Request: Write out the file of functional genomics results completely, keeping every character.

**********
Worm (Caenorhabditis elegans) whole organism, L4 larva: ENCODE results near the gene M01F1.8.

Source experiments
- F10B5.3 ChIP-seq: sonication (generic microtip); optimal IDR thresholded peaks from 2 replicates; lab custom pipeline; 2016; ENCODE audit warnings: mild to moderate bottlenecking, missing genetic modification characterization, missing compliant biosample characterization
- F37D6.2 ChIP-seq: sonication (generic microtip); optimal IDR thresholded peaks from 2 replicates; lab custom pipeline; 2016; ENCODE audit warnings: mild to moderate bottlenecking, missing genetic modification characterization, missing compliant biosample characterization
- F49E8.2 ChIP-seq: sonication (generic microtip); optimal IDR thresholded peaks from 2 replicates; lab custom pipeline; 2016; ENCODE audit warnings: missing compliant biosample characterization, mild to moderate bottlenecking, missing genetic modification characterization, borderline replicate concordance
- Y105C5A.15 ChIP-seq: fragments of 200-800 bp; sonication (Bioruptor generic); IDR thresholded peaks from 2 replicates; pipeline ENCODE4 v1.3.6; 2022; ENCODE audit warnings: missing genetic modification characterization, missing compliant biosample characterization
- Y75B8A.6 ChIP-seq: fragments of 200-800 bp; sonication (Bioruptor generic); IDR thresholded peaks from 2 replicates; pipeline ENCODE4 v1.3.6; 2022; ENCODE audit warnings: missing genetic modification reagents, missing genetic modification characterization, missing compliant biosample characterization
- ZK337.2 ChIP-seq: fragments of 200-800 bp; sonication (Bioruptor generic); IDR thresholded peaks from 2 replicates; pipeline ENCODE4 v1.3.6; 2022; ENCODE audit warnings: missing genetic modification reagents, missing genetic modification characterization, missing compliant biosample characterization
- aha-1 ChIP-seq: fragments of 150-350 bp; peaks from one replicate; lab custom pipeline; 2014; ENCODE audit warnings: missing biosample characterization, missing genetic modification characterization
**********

Worm (Caenorhabditis elegans) whole organism, L4 larva: ENCODE results near the gene M01F1.8.

Source experiments
- F10B5.3 ChIP-seq: sonication (generic microtip); optimal IDR thresholded peaks from 2 replicates; lab custom pipeline; 2016; ENCODE audit warnings: mild to moderate bottlenecking, missing genetic modification characterization, missing compliant biosample characterization
- F37D6.2 ChIP-seq: sonication (generic microtip); optimal IDR thresholded peaks from 2 replicates; lab custom pipeline; 2016; ENCODE audit warnings: mild to moderate bottlenecking, missing genetic modification characterization, missing compliant biosample characterization
- F49E8.2 ChIP-seq: sonication (generic microtip); optimal IDR thresholded peaks from 2 replicates; lab custom pipeline; 2016; ENCODE audit warnings: missing compliant biosample characterization, mild to moderate bottlenecking, missing genetic modification characterization, borderline replicate concordance
- Y105C5A.15 ChIP-seq: fragments of 200-800 bp; sonication (Bioruptor generic); IDR thresholded peaks from 2 replicates; pipeline ENCODE4 v1.3.6; 2022; ENCODE audit warnings: missing genetic modification characterization, missing compliant biosample characterization
- Y75B8A.6 ChIP-seq: fragments of 200-800 bp; sonication (Bioruptor generic); IDR thresholded peaks from 2 replicates; pipeline ENCODE4 v1.3.6; 2022; ENCODE audit warnings: missing genetic modification reagents, missing genetic modification characterization, missing compliant biosample characterization
- ZK337.2 ChIP-seq: fragments of 200-800 bp; sonication (Bioruptor generic); IDR thresholded peaks from 2 replicates; pipeline ENCODE4 v1.3.6; 2022; ENCODE audit warnings: missing genetic modification reagents, missing genetic modification characterization, missing compliant biosample characterization
- aha-1 ChIP-seq: fragments of 150-350 bp; peaks from one replicate; lab custom pipeline; 2014; ENCODE audit warnings: missing biosample characterization, missing genetic modification characterization